Informed Citizen series continues tonight with journalist panel at Great Falls library
The Informed Citizen series continues this week at the Great Falls Public Library, supported by a grant from Humanities Montana, in partnership with Enbar.
The three-part series is focused on the local news landscape and the state of the news industry.
Tonight, at the Great Falls Public Library, the series will have a panel with local news media leaders, including The Electric, Great Falls Tribune and KFBB, who will share how they report the news.
Last week, Courtney Cowgill will lead an interactive conversation about local news and local food, what they have to teach us about trust and connection, why they matter and how they contribute to community vibrancy.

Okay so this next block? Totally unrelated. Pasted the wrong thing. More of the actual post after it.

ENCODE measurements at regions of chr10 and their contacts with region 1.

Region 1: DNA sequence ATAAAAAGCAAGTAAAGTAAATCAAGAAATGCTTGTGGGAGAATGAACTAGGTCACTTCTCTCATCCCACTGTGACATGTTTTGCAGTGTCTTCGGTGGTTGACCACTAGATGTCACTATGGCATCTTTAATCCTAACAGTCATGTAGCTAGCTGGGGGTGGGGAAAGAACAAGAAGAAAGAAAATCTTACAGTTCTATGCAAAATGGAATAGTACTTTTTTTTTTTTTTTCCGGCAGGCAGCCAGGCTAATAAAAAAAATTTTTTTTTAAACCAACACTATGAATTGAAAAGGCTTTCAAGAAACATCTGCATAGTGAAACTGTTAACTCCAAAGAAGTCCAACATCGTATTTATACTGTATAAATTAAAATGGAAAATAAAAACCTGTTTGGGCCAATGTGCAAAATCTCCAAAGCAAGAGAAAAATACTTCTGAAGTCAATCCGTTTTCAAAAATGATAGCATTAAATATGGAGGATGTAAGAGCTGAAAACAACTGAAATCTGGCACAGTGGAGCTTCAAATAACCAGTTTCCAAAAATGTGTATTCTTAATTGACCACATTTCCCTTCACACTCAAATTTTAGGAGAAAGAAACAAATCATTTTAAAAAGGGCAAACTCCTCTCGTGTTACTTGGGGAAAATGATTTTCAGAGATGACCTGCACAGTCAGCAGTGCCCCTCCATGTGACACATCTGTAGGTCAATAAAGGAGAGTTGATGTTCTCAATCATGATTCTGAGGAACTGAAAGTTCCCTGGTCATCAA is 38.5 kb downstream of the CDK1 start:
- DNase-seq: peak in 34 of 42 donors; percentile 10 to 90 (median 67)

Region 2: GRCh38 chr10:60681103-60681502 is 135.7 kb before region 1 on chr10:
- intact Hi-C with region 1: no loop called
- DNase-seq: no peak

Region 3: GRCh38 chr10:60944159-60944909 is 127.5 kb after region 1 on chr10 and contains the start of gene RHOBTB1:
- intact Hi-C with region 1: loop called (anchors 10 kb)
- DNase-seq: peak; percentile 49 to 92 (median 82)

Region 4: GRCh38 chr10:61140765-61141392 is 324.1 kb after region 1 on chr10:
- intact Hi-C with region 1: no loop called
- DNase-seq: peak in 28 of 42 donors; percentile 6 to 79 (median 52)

“If you think about it, there are two big things we consume on a daily basis: food, of course, and information,” Cowgill said. “Today, we have more choices for both than we have ever had. And, the choices we make really can make a difference. So, what if we were as informed and judicious about our information diet as we are about our actual diet? What if it were as easy to spot junk news as it is to spot junk food? What if everything we read, watch or listen to came with a “newstrition” label? How would your news diet change?”
Cowgill is the director of media and engagement, adjunct professor and editor of the University of Montana’s Legislative News Service. Cowfill also farms with her husband, Jacob, at Prairie Heritage Farm on the Fairfield Bench and they specialize in fresh produce, ancient and heritage grains and farm-to-loaf sourdough breads baked in their on-farm bakery, Blue Truck Bread.
The three-part series began last week with Dennis Swibold’s presentation “What Happened to the News?”
Swibold is a professor and director at the University of Montana’s School of Journalism where he has taught for 27 years. He earned a bachelor’s degree in journalism from the University of Arizona in 1979 and a master’s in journalism from UM in 1991.